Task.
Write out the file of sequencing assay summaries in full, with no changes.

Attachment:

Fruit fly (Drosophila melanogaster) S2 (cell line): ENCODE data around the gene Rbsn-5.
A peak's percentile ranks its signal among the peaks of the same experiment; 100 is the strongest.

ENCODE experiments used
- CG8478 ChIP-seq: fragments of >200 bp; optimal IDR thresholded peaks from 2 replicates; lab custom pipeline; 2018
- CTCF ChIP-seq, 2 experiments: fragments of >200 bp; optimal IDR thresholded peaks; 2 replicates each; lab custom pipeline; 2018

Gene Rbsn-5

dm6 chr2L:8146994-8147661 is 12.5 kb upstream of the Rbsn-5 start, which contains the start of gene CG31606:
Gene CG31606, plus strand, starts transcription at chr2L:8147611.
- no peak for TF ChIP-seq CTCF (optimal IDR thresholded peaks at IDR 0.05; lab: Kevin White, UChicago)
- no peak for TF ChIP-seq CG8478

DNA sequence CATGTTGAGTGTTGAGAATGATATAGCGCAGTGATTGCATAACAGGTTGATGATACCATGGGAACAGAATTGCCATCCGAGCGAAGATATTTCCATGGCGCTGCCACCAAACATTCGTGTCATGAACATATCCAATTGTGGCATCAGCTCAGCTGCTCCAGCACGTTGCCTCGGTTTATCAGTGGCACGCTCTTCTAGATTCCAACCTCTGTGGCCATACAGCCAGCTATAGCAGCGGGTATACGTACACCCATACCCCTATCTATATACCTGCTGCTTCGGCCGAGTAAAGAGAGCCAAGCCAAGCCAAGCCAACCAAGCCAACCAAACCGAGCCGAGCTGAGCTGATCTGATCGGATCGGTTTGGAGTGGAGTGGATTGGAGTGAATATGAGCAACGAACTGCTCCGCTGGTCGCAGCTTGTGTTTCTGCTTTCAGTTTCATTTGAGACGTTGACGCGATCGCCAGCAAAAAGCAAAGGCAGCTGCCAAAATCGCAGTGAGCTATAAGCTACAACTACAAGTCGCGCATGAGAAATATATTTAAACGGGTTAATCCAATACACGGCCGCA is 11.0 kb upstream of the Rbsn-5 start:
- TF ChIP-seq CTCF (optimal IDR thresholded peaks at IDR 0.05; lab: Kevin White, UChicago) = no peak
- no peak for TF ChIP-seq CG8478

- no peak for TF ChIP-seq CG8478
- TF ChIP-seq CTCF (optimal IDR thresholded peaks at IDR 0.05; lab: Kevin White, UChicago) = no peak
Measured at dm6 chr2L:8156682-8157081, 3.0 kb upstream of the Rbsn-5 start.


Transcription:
Fruit fly (Drosophila melanogaster) S2 (cell line): ENCODE data around the gene Rbsn-5.
A peak's percentile ranks its signal among the peaks of the same experiment; 100 is the strongest.

ENCODE experiments used
- CG8478 ChIP-seq: fragments of >200 bp; optimal IDR thresholded peaks from 2 replicates; lab custom pipeline; 2018
- CTCF ChIP-seq, 2 experiments: fragments of >200 bp; optimal IDR thresholded peaks; 2 replicates each; lab custom pipeline; 2018

Gene Rbsn-5

dm6 chr2L:8146994-8147661 is 12.5 kb upstream of the Rbsn-5 start, which contains the start of gene CG31606:
Gene CG31606, plus strand, starts transcription at chr2L:8147611.
- no peak for TF ChIP-seq CTCF (optimal IDR thresholded peaks at IDR 0.05; lab: Kevin White, UChicago)
- no peak for TF ChIP-seq CG8478

DNA sequence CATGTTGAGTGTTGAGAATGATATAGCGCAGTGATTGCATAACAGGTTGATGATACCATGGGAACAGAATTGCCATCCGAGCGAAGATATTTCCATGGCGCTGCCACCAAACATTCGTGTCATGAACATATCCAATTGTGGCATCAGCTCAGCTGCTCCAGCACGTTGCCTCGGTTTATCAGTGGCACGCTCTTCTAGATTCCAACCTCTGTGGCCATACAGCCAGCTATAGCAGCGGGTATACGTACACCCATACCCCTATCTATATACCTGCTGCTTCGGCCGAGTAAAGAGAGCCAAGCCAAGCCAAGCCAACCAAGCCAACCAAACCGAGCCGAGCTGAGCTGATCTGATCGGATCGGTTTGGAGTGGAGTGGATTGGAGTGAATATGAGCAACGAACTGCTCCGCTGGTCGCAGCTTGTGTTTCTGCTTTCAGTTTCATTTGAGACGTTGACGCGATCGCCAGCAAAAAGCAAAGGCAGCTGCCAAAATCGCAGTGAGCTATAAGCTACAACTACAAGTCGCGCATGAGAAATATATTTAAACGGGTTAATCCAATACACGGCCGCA is 11.0 kb upstream of the Rbsn-5 start:
- TF ChIP-seq CTCF (optimal IDR thresholded peaks at IDR 0.05; lab: Kevin White, UChicago) = no peak
- no peak for TF ChIP-seq CG8478

- no peak for TF ChIP-seq CG8478
- TF ChIP-seq CTCF (optimal IDR thresholded peaks at IDR 0.05; lab: Kevin White, UChicago) = no peak
Measured at dm6 chr2L:8156682-8157081, 3.0 kb upstream of the Rbsn-5 start.